Boycott? Child’s play
The Struggle Over the Right to Boycott
Yuval Ben Ami, City Mouse Online
It’s not only the right to boycott that artists in israel fight for, but for the right to support those who want to boycott. Yuval Ben Ami sat in front of Romi Abulaffia’s Camera and refused to be silent.
I have a sympathy for people who boycott in Tel Aviv. In fact, Meir Viltir, Rona Keinan, David Tratcover, Alex Libak, Yossi Pollak and the rest of the artists joined the struggle against the Boycott Law, as far as I know, haven’t boycotted anyone, and didn’t even support the boycotters, al they did was rise up for our right to support boycotters. It’s a rather strange right, trivial on one hand, and on the other, roles of our tongue as a bitter joke. Maybe only artists have the sufficiently developed imagination to even deal with such a ridiculous trial as this.
Those who side with the law often explain that boycotting is a legitimate tool to solving problems. Only a few days ago the Minister of Education quoted his daughter,Daniela, in an article published on his website. “To boycott is to ignore,” said the daughter, “it obviously isn’t a way to solve things. It’s childish.” In the article Sa’ar explains that Daniela is someone who’s counter-boycotting Elvis Costello, who cancelled his performance in Israel this year, and refuses to listen to his music. How absurd.
Is Daniela’s boycott childish? Yes. Muzzling Israeli citizens is also childish. Moreover: The occupation, which the boycotters are opposing, in culture, education and trade, is completely childish. But for those who wish to protect it at any price, it’s easy to call those fighting it infantile, and to use this alleged infantilism as an excuse to legalize a severe sabotage to the freedom of speech.
This sabotage has already passed a first reading in the Knesset. It will hurt, among others, the Ariel Culture Center boycotters, Israelis who’ll take part in building the Palestinian city Rawabi who committed not to use settlement products- not Israeli products, settlement products. A state that prevents its citizens from legitimate, nonviolent protestation activities, is a state that demands rage and admonishment, silence towards it and loud criticism at it. It’s not childish, it’s maturity.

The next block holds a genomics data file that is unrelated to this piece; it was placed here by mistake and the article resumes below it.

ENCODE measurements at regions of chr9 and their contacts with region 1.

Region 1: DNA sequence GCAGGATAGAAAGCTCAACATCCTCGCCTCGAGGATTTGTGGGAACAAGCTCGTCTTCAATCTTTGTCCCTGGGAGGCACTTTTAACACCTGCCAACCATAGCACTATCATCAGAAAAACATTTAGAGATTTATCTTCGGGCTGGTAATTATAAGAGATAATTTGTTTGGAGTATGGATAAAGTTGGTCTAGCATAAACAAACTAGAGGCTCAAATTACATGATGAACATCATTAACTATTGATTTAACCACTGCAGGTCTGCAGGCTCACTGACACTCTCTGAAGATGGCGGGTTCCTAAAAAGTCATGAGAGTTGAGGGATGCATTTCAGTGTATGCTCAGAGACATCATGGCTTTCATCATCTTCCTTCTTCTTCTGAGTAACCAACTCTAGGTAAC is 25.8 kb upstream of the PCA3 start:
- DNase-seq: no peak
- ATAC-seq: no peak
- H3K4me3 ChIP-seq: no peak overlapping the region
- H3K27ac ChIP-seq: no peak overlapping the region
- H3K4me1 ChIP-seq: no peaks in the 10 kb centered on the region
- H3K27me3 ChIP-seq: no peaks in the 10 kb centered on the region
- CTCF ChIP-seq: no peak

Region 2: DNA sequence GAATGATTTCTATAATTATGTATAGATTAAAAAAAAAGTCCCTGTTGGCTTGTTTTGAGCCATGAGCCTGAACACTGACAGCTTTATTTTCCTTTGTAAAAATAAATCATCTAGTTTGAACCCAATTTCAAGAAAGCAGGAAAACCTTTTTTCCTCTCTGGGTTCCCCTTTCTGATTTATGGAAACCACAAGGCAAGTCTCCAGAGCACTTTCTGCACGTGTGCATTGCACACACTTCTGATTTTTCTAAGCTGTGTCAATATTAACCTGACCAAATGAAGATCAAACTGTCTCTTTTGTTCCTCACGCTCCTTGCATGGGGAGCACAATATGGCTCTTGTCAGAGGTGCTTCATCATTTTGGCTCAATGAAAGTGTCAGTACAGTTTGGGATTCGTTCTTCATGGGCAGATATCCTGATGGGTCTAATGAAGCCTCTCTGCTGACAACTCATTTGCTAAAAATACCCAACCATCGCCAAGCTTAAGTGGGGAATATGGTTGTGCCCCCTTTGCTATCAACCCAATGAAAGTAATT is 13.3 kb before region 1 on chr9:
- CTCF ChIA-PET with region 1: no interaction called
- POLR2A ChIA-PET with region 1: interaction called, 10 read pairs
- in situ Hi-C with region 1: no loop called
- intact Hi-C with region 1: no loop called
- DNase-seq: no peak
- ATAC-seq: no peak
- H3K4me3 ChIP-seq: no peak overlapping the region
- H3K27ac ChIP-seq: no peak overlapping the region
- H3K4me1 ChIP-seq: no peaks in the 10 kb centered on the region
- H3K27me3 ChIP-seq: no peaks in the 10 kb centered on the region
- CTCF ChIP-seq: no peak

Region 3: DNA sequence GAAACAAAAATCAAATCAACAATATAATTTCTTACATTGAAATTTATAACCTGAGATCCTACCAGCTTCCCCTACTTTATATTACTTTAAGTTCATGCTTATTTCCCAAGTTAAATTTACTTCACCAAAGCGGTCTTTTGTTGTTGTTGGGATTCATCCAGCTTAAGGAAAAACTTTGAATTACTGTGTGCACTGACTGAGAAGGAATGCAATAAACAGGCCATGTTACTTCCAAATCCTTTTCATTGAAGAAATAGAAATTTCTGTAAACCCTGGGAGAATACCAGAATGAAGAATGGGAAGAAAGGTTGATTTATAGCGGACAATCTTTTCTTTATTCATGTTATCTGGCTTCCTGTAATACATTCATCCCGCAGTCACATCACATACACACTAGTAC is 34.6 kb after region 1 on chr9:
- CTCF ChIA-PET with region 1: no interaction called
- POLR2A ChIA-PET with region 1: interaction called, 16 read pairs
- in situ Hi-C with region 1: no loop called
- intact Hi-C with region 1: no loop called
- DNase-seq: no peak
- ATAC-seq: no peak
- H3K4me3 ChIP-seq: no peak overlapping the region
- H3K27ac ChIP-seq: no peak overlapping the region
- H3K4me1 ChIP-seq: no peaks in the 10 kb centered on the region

The artists rising up in the face of the Boycott Law aren’t buying cheap talk that’s meant to disorient the Israeli public and convince it that hurting its freedoms, serves it. This is why I joined them, not as an artist, but as an extra. Isat in from of Romi Abulaffia’s camera and said the words “yes, we’ll continue to resist occupation.” If I could have added a sentence, I would have said the words “thank you Elvise Costello, that you contributed to the creation of a discourse in Israel, we’ll continue and try to preserve it, even when it comes to our freedoms it will focus on the issue: The criminal and violent theft of another people’s freedom, that has yet to end after decades.”
In Ingmar Bergman’s film, Persona, an actress decides to stop her monologue, as she stands in front of her audience. She just comes to a silence, and it arouses a scandal. Artists have joined the campaign out of an understanding that non-creation has a power of its own, and that’s why boycotts are extremely valuable. Those who create hear, don’t have the ability to take a stand my coming to a silence, they are unable to boycott the Israeli audience, which is their audience. That’s why, when the silence is forced upon them with legal means, they know that we’re all in danger and that they must open their mouths.
Now is the time to really speak up, to combine the protest within the art-work, and to create fearlessly from within the rage, not “before it’s too late,” because it may just already be too late. It’s possible that Israel may be able to protect it’s democratic treasure and end the disgrace, but it’s also a possibility that the works we produce today will cost us dearly in a lower future. That is exactly why they must be created.